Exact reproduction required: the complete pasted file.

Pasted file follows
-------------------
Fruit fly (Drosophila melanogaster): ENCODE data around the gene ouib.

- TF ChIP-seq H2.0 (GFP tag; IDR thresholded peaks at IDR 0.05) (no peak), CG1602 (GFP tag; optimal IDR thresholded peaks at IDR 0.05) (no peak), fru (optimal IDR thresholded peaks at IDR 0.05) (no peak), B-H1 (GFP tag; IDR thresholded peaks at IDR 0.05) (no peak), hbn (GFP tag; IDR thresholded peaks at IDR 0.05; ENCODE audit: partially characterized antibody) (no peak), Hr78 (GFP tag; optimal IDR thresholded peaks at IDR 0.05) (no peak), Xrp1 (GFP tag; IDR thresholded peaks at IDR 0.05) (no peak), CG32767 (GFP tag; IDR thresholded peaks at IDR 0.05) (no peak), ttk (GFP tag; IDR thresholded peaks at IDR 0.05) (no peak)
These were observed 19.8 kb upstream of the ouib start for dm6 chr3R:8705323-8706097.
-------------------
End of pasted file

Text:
Fruit fly (Drosophila melanogaster): ENCODE data around the gene ouib.

- TF ChIP-seq H2.0 (GFP tag; IDR thresholded peaks at IDR 0.05) (no peak), CG1602 (GFP tag; optimal IDR thresholded peaks at IDR 0.05) (no peak), fru (optimal IDR thresholded peaks at IDR 0.05) (no peak), B-H1 (GFP tag; IDR thresholded peaks at IDR 0.05) (no peak), hbn (GFP tag; IDR thresholded peaks at IDR 0.05; ENCODE audit: partially characterized antibody) (no peak), Hr78 (GFP tag; optimal IDR thresholded peaks at IDR 0.05) (no peak), Xrp1 (GFP tag; IDR thresholded peaks at IDR 0.05) (no peak), CG32767 (GFP tag; IDR thresholded peaks at IDR 0.05) (no peak), ttk (GFP tag; IDR thresholded peaks at IDR 0.05) (no peak)
These were observed 19.8 kb upstream of the ouib start for dm6 chr3R:8705323-8706097.